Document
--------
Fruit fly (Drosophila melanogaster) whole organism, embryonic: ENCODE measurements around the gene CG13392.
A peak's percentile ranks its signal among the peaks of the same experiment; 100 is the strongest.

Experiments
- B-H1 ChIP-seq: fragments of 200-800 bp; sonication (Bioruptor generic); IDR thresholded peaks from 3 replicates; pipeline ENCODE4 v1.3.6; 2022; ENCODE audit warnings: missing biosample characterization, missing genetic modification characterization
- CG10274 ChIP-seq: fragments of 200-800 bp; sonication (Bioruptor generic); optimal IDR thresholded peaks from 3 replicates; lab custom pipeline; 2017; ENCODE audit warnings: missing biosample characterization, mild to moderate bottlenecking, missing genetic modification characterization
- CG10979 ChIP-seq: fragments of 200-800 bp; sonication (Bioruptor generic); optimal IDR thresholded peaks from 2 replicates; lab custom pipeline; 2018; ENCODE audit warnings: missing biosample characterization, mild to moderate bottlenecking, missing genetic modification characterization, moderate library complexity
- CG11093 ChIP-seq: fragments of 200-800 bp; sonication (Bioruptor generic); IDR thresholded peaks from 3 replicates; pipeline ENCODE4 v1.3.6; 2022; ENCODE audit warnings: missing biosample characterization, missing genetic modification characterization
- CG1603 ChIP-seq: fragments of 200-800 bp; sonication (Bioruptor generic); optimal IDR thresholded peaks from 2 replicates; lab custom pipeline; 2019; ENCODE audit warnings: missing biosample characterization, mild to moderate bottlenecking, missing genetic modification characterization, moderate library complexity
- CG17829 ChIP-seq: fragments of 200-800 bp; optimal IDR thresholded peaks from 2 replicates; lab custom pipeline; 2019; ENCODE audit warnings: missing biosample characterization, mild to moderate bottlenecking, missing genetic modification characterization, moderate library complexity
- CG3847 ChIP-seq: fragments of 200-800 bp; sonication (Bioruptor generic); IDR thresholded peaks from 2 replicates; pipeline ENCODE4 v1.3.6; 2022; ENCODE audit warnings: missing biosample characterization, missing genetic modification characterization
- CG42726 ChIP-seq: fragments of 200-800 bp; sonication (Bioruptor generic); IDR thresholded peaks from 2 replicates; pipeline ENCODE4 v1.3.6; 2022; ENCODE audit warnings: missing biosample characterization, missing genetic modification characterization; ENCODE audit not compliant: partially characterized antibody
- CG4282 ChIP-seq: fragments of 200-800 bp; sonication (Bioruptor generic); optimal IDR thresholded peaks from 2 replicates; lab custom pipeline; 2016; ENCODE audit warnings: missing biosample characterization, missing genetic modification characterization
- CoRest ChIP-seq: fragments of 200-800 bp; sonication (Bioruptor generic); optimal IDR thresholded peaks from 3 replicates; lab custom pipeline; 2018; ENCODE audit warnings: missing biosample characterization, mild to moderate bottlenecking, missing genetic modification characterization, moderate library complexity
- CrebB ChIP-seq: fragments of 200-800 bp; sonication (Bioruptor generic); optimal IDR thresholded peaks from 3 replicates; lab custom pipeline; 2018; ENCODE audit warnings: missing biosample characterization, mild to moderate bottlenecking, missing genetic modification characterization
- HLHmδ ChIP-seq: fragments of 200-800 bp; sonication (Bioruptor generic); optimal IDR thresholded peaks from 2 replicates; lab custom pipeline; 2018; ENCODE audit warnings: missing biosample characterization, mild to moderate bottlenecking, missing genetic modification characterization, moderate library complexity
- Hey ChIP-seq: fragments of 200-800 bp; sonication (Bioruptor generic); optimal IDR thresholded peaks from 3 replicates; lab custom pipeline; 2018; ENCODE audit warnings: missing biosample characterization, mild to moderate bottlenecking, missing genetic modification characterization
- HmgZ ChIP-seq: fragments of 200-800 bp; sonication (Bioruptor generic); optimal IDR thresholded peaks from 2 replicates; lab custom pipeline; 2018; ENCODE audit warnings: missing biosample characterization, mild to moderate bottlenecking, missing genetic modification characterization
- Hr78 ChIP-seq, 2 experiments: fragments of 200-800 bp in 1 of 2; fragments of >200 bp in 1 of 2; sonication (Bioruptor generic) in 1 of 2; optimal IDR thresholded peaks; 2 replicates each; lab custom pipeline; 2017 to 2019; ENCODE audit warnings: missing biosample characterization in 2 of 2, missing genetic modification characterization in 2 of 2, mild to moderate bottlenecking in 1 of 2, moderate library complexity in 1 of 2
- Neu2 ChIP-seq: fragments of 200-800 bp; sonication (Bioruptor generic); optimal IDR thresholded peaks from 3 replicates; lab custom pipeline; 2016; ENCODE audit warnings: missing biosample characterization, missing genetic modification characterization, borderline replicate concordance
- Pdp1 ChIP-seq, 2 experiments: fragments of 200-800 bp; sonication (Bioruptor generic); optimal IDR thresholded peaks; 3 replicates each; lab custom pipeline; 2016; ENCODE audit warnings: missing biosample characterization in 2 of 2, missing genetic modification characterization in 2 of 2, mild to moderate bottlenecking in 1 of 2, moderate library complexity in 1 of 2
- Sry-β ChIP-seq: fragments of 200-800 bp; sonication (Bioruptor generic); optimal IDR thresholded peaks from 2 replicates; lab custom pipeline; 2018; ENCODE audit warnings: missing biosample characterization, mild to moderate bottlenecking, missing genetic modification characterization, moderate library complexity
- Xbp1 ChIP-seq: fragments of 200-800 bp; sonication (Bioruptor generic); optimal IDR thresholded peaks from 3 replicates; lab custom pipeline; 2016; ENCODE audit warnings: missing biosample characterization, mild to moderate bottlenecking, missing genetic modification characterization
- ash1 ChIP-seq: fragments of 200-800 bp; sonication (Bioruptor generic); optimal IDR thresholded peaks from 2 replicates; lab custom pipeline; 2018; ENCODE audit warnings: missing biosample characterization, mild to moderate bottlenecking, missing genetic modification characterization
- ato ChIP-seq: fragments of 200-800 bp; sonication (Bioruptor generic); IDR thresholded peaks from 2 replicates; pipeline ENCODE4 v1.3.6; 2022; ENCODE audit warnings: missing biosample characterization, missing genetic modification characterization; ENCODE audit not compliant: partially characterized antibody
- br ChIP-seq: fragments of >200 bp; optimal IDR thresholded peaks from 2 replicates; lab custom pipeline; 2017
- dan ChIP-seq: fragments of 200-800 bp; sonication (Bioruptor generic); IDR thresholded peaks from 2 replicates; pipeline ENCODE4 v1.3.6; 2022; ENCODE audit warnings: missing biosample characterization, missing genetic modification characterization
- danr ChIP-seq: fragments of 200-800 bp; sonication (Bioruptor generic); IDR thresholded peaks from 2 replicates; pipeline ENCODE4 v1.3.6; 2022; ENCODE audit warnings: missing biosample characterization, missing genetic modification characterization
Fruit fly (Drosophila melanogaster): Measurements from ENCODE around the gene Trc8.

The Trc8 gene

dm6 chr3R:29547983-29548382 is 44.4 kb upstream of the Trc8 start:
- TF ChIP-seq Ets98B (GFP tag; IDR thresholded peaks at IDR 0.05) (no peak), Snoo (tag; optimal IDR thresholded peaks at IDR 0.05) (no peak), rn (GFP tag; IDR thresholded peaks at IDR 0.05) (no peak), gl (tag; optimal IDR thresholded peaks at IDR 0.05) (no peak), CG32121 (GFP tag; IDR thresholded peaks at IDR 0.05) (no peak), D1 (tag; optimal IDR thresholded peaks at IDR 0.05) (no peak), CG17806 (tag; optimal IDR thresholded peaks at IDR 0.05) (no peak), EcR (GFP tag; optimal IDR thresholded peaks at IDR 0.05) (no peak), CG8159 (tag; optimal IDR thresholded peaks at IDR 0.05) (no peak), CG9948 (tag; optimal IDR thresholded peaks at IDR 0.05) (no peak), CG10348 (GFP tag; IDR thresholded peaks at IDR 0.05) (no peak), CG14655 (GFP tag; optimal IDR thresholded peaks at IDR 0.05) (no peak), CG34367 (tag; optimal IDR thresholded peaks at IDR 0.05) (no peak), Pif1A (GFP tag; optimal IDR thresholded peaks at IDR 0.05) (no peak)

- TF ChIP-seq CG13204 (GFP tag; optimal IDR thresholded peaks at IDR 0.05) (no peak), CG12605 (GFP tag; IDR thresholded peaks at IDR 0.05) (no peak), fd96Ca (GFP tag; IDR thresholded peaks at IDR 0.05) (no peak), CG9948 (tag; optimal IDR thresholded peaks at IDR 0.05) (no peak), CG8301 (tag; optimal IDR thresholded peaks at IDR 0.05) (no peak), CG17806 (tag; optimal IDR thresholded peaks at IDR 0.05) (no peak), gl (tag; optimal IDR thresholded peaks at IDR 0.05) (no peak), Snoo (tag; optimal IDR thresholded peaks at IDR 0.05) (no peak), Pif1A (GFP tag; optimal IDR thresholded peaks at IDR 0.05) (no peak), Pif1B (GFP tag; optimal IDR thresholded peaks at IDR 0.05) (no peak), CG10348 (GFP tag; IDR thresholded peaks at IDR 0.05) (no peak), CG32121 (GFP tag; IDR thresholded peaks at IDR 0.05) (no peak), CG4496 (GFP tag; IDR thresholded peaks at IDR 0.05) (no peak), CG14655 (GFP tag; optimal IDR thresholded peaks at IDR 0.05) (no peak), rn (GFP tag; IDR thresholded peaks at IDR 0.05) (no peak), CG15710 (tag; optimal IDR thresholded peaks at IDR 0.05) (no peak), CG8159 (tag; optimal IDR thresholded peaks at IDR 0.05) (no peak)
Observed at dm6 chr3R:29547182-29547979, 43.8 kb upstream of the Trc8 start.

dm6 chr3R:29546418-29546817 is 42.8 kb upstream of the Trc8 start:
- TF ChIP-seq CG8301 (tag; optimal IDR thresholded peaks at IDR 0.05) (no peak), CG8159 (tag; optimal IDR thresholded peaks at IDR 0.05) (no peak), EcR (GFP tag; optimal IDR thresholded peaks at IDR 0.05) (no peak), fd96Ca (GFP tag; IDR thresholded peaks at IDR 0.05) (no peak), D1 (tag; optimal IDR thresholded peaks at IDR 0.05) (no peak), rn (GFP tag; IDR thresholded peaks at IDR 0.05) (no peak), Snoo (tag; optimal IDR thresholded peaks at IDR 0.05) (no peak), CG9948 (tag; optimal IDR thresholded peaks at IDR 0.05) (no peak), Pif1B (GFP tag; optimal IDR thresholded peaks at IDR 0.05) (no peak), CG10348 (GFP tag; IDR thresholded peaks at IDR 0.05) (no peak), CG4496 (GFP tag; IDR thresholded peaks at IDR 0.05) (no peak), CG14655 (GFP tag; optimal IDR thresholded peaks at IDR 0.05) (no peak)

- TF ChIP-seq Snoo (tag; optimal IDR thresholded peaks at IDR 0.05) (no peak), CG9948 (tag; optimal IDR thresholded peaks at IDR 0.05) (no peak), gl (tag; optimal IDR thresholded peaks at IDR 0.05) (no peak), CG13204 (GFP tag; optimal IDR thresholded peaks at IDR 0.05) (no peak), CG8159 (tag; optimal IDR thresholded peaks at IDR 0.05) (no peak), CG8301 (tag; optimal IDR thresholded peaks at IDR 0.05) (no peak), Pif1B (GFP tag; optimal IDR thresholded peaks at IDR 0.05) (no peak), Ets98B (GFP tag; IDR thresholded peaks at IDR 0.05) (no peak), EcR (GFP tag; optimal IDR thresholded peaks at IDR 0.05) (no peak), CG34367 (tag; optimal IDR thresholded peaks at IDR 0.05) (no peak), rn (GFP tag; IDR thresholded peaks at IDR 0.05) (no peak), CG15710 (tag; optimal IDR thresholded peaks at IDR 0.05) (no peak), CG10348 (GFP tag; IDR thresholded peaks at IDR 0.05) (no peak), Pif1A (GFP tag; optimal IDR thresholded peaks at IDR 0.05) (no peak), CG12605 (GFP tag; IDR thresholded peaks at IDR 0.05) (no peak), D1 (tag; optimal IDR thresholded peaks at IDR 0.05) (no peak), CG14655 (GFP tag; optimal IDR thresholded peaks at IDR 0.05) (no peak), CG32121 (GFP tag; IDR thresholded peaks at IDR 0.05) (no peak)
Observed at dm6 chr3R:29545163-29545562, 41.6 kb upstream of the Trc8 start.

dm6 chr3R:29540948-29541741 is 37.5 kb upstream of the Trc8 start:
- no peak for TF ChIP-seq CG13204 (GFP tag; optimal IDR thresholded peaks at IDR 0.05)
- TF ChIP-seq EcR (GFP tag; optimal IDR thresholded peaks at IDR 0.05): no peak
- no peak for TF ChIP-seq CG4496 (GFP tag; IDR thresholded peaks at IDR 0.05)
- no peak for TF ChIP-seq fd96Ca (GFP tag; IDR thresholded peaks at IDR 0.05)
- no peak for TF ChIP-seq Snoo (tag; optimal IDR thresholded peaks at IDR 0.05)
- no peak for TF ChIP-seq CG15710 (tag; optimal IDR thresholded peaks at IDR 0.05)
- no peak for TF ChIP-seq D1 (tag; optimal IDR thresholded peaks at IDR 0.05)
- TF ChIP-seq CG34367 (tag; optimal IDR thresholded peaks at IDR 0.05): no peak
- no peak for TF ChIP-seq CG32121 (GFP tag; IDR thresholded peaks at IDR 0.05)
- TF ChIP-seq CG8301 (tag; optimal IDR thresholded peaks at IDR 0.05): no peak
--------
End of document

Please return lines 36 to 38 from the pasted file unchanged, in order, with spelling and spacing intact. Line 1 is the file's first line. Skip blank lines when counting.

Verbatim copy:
- TF ChIP-seq Snoo (tag; optimal IDR thresholded peaks at IDR 0.05) (no peak), CG9948 (tag; optimal IDR thresholded peaks at IDR 0.05) (no peak), gl (tag; optimal IDR thresholded peaks at IDR 0.05) (no peak), CG13204 (GFP tag; optimal IDR thresholded peaks at IDR 0.05) (no peak), CG8159 (tag; optimal IDR thresholded peaks at IDR 0.05) (no peak), CG8301 (tag; optimal IDR thresholded peaks at IDR 0.05) (no peak), Pif1B (GFP tag; optimal IDR thresholded peaks at IDR 0.05) (no peak), Ets98B (GFP tag; IDR thresholded peaks at IDR 0.05) (no peak), EcR (GFP tag; optimal IDR thresholded peaks at IDR 0.05) (no peak), CG34367 (tag; optimal IDR thresholded peaks at IDR 0.05) (no peak), rn (GFP tag; IDR thresholded peaks at IDR 0.05) (no peak), CG15710 (tag; optimal IDR thresholded peaks at IDR 0.05) (no peak), CG10348 (GFP tag; IDR thresholded peaks at IDR 0.05) (no peak), Pif1A (GFP tag; optimal IDR thresholded peaks at IDR 0.05) (no peak), CG12605 (GFP tag; IDR thresholded peaks at IDR 0.05) (no peak), D1 (tag; optimal IDR thresholded peaks at IDR 0.05) (no peak), CG14655 (GFP tag; optimal IDR thresholded peaks at IDR 0.05) (no peak), CG32121 (GFP tag; IDR thresholded peaks at IDR 0.05) (no peak)
Observed at dm6 chr3R:29545163-29545562, 41.6 kb upstream of the Trc8 start.

dm6 chr3R:29540948-29541741 is 37.5 kb upstream of the Trc8 start: